Let's also note that certain apps, including vim are known not to handle correctly if they receive multiple resize events quickly after each other, due to a race condition. A similar race condition may easily result in many apps not properly starting up if a resize event is received during their startup, which would happen with this feature.

So, changing the terminal's size is quite problematic, IMO not worth it going for, for the benefit of typically 1 extra character column. Changing the window's width might probably be a better approach, if Termite can do it for non-maximized/fullscreen windows only, and more importantly, in a way that doesn't result in VTE resizing back and forth.


Yet another, probably significantly cleaner and more elegant approach could be to (optionally) use an overlay scrollbar, as (optionally) done by e.g. Tilix and Roxterm. Overlay scrollbar is clever enough to only show when there's scrollable content, and only when the mouse is hovered over.


Yet yet another workaround on user side could be to theme the scrollbar to be narrower. That's what I do :-) I'm using Ubuntu with Unity 7 desktop and Ambiance theme. I have these in my ~/.config/gtk-3.0/gtk.css for a narrower scrollbar in gnome-terminal, sure something similar could work for other themes and for Termite too:

terminal-window scrollbar.vertical slider {
    min-width: 5px;
}
terminal-window scrollbar.vertical {
    margin: 0px;
}

This scrollbar is thin enough for me not to worry about wasted screen real estate.

@rhssk

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rhssk commented Feb 24, 2018

Although the benefit would only 1 or two columns, I'd still call that a win if the implementation would be relatively simple. But it looks like it isn't.

CSS does indeed improve things (new vs default)

.termite scrollbar.vertical slider {
  min-width: 3px;
}

.termite scrollbar.vertical {
  margin: 0px;
}

Not exactly what I had in mind but good enough for now, thanks for the detailed answer by the way.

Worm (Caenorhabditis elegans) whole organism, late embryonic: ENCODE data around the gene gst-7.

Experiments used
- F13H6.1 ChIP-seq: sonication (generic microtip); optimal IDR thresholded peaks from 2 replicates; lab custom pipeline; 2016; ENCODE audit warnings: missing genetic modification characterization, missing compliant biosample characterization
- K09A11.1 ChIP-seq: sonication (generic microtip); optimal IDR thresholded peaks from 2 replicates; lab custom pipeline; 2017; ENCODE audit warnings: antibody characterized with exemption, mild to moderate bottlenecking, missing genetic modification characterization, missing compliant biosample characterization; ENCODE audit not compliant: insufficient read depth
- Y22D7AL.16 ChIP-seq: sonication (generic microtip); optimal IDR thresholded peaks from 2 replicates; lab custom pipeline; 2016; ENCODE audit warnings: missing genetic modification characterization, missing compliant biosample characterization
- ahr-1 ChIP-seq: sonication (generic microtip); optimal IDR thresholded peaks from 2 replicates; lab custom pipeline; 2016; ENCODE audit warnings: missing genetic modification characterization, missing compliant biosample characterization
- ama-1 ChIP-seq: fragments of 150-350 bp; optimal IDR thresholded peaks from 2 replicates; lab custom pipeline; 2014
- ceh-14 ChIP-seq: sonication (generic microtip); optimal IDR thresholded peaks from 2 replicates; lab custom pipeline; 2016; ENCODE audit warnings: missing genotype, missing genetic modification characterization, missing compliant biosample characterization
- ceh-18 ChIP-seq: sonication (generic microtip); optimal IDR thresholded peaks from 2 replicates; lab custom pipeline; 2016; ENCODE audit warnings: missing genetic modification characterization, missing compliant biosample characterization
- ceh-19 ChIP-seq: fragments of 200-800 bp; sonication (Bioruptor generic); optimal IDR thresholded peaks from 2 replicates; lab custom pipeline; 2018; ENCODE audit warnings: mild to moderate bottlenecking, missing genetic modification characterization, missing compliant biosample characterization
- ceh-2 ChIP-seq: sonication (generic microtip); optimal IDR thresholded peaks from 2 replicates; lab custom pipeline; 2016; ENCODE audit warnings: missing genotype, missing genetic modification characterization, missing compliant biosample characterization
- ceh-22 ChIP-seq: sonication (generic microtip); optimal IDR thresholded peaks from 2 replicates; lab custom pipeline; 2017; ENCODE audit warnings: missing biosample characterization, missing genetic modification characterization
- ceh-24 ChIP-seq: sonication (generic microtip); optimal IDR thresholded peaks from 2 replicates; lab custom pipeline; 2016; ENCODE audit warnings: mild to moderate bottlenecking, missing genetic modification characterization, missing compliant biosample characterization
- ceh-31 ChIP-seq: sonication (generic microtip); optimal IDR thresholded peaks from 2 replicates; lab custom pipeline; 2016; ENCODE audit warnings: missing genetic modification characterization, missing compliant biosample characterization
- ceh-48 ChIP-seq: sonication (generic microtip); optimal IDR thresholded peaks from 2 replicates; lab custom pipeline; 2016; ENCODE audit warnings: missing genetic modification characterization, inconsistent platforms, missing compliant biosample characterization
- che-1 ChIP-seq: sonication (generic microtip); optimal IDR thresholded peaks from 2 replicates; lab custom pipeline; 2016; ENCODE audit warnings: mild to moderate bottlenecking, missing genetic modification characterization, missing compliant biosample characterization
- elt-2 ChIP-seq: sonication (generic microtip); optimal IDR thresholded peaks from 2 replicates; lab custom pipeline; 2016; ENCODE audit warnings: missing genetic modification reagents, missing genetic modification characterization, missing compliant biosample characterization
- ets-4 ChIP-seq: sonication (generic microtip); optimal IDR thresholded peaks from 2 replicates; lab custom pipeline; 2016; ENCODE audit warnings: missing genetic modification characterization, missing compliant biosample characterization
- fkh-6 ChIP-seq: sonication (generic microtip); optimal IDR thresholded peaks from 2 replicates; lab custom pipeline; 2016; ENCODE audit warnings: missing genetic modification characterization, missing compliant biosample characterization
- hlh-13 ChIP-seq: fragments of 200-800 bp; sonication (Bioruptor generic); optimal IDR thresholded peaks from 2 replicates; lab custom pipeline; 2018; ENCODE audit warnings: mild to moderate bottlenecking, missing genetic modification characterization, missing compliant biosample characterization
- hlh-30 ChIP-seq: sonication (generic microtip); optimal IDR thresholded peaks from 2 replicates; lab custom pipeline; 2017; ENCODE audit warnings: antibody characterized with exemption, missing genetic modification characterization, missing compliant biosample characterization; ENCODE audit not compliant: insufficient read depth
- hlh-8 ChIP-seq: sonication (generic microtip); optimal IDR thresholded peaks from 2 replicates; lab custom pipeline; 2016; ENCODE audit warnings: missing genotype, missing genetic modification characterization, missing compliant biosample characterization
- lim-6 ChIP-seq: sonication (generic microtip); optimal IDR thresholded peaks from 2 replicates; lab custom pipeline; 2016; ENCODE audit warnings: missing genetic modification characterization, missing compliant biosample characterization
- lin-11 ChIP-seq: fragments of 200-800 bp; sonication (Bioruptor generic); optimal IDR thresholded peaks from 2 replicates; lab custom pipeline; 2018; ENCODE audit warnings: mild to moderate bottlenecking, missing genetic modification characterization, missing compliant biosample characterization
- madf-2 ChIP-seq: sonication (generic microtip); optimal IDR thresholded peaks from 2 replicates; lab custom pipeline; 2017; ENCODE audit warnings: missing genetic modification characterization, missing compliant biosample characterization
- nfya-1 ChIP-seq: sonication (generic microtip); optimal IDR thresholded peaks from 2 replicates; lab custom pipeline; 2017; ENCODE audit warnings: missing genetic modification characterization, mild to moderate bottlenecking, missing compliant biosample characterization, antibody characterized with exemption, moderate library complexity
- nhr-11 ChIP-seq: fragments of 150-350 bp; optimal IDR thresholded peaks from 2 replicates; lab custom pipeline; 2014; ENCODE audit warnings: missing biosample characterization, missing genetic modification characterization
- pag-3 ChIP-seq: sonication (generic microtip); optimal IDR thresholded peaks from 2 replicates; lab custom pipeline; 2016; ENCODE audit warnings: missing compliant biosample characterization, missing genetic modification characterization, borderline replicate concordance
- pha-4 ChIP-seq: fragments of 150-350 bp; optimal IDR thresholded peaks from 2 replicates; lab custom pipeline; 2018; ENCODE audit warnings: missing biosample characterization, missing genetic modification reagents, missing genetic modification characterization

@rhssk rhssk closed this Feb 24, 2018

@egmontkob

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egmontkob commented Feb 24, 2018

Just for the record, I'm not Termite's developer. Overlay scrollbar might be a simple and viable idea for him to consider, maybe let's keep the bug open until we hear his take on that? :) Also I'm wondering if you could try this option in Tilix or Roxterm, just to see if you like its overall behavior?

@rhssk rhssk reopened this Feb 24, 2018

@rhssk

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rhssk commented Feb 24, 2018

For Roxterm the scrollbar looks like the default Termite one and I didn't see any options to change that.
Tilix looks quite nice. The scrollbar works as an overlay and hides itself after ~2s unless mouse cursor has moved. It also correctly hides the scrollbar completely in vim etc.

@egmontkob

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egmontkob commented Feb 24, 2018

Maybe you'd need a newer Roxterm, dunno. It's under Preferences -> Edit current profile -> Scrolling. Anyway, it's irrelevant since you could try it out with Tilix.

Now that you've confirmed that you like this behavior, I'm also curious what Termite's author will think of this.

@grmat

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grmat commented Jul 13, 2018

PR #618 adds the ability to set overlay scrollbars. There is also the possibility of setting the policy to GTK_POLICY_AUTOMATIC, which does exactly what rhssk wanted, but I've had issues using top with that.

Feel free to comment on the PR